CDC director Dr. Rochelle Walensky on Friday signed off on an advisory panel’s recommendation to expand eligibility for COVID-19 vaccine booster shots to all American adults age 18.
Walensky’s endorsement, which was the final step in allowing all American adults to receive the boosters, came after a Centers for Disease Control and Prevention advisory panel voted 11–0 on Friday in favor of expanding eligibility.
The Advisory Committee on Immunization Practices (ACIP) unanimously decided to recommend that all adults be made eligible for a booster shot and that every adult age 50 and over receive a booster. The vote came after the Food and Drug Administration (FDA) earlier in the day approved requests by Moderna and Pfizer to allow all adults to receive their booster shots.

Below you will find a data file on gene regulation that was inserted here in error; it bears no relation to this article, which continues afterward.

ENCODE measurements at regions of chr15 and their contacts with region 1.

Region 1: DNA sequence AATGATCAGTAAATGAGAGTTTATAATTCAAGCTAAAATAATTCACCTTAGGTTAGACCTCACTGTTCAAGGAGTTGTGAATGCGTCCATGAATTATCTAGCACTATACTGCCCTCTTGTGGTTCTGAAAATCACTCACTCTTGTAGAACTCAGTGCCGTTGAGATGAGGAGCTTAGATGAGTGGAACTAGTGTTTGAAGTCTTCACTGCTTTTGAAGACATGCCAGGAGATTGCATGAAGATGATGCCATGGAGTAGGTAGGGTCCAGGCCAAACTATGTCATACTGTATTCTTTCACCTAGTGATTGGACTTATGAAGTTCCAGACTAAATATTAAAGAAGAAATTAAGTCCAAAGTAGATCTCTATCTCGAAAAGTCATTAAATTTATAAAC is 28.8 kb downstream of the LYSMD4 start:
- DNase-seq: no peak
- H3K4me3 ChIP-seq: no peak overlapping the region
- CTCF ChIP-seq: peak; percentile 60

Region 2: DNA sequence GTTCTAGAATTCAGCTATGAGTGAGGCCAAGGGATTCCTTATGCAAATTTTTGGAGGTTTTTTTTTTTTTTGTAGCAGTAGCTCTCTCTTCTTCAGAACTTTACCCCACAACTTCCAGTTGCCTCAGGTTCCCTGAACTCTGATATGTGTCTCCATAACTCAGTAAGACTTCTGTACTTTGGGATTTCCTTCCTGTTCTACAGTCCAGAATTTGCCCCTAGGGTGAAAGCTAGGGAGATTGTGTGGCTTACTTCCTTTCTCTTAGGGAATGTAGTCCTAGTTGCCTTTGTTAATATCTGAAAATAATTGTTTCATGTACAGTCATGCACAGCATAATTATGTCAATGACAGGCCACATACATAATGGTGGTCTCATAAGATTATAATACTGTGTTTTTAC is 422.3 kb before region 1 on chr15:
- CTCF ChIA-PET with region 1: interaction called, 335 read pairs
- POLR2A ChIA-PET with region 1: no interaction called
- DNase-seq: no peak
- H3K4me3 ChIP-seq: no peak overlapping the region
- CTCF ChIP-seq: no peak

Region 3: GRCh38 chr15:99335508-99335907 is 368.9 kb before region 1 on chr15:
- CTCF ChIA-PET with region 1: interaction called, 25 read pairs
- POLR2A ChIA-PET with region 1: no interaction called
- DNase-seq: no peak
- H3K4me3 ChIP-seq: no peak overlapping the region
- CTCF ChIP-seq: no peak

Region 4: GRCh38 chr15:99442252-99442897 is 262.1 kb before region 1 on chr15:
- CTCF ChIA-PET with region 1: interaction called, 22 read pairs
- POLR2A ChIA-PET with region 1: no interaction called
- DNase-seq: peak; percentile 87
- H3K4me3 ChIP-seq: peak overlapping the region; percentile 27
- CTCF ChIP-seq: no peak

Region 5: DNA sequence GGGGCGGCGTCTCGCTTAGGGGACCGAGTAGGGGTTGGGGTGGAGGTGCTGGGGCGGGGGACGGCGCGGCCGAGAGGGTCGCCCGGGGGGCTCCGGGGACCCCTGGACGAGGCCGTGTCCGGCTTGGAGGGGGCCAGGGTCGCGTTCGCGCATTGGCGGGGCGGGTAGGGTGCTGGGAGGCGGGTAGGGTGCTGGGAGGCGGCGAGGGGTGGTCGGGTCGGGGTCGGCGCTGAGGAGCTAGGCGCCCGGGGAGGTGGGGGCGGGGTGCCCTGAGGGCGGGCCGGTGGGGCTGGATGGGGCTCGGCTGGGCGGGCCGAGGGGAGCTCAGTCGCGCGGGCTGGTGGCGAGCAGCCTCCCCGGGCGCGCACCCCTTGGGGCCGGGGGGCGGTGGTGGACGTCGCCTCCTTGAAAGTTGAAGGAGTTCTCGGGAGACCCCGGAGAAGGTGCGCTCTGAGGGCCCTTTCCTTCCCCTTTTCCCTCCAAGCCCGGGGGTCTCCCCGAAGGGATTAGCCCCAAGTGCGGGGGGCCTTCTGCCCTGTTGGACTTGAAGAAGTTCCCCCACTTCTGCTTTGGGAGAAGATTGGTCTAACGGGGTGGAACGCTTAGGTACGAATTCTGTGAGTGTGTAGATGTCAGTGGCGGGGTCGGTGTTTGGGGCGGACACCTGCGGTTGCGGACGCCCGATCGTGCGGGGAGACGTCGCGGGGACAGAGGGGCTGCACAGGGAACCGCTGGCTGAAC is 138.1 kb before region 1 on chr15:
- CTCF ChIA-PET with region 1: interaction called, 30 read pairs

In September, an advisory panel to the Food and Drug Administration recommended against approving a booster shot of the Pfizer COVID-19 vaccine to most Americans. At the time, the scientific advisory committee voted 16–3 against recommending the additional shots for all adults, after the Biden administration had already begun to herald the forthcoming boosters.
The panel did, however, vote 18–0 in favor of recommending a booster shot for anyone over 65, or anyone who is at high risk of severe disease from COVID-19, and boosters have already been endorsed for those groups by the CDC.
Boosters are also already recommended for people who received the single-dose Johnson & Johnson vaccine at least two months ago.
Members of ACIP had previously expressed concern that there was not sufficient evidence that boosters are needed for all adults. However, a Pfizer study found that a booster could increase protection against symptomatic infection to about 95 percent.
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